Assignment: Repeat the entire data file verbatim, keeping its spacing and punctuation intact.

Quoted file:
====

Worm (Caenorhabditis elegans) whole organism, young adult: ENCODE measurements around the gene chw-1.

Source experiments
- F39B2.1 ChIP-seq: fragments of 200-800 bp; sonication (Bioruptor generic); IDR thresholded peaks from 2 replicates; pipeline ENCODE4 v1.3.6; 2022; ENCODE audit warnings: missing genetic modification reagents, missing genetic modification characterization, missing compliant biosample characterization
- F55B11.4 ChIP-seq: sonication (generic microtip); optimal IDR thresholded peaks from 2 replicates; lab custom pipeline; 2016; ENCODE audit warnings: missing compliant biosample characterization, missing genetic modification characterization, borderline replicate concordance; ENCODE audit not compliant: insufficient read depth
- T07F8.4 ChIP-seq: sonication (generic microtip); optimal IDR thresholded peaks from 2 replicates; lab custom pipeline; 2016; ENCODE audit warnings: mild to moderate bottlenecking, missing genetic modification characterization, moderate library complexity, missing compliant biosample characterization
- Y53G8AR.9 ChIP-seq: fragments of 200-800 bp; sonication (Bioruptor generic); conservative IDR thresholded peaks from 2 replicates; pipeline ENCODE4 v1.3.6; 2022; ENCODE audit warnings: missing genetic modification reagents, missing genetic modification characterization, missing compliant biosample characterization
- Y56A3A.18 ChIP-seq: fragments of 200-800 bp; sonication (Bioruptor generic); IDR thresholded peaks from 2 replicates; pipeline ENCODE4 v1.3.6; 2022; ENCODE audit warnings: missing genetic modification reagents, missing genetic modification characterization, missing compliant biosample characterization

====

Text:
Worm (Caenorhabditis elegans) whole organism, young adult: ENCODE measurements around the gene chw-1.

Source experiments
- F39B2.1 ChIP-seq: fragments of 200-800 bp; sonication (Bioruptor generic); IDR thresholded peaks from 2 replicates; pipeline ENCODE4 v1.3.6; 2022; ENCODE audit warnings: missing genetic modification reagents, missing genetic modification characterization, missing compliant biosample characterization
- F55B11.4 ChIP-seq: sonication (generic microtip); optimal IDR thresholded peaks from 2 replicates; lab custom pipeline; 2016; ENCODE audit warnings: missing compliant biosample characterization, missing genetic modification characterization, borderline replicate concordance; ENCODE audit not compliant: insufficient read depth
- T07F8.4 ChIP-seq: sonication (generic microtip); optimal IDR thresholded peaks from 2 replicates; lab custom pipeline; 2016; ENCODE audit warnings: mild to moderate bottlenecking, missing genetic modification characterization, moderate library complexity, missing compliant biosample characterization
- Y53G8AR.9 ChIP-seq: fragments of 200-800 bp; sonication (Bioruptor generic); conservative IDR thresholded peaks from 2 replicates; pipeline ENCODE4 v1.3.6; 2022; ENCODE audit warnings: missing genetic modification reagents, missing genetic modification characterization, missing compliant biosample characterization
- Y56A3A.18 ChIP-seq: fragments of 200-800 bp; sonication (Bioruptor generic); IDR thresholded peaks from 2 replicates; pipeline ENCODE4 v1.3.6; 2022; ENCODE audit warnings: missing genetic modification reagents, missing genetic modification characterization, missing compliant biosample characterization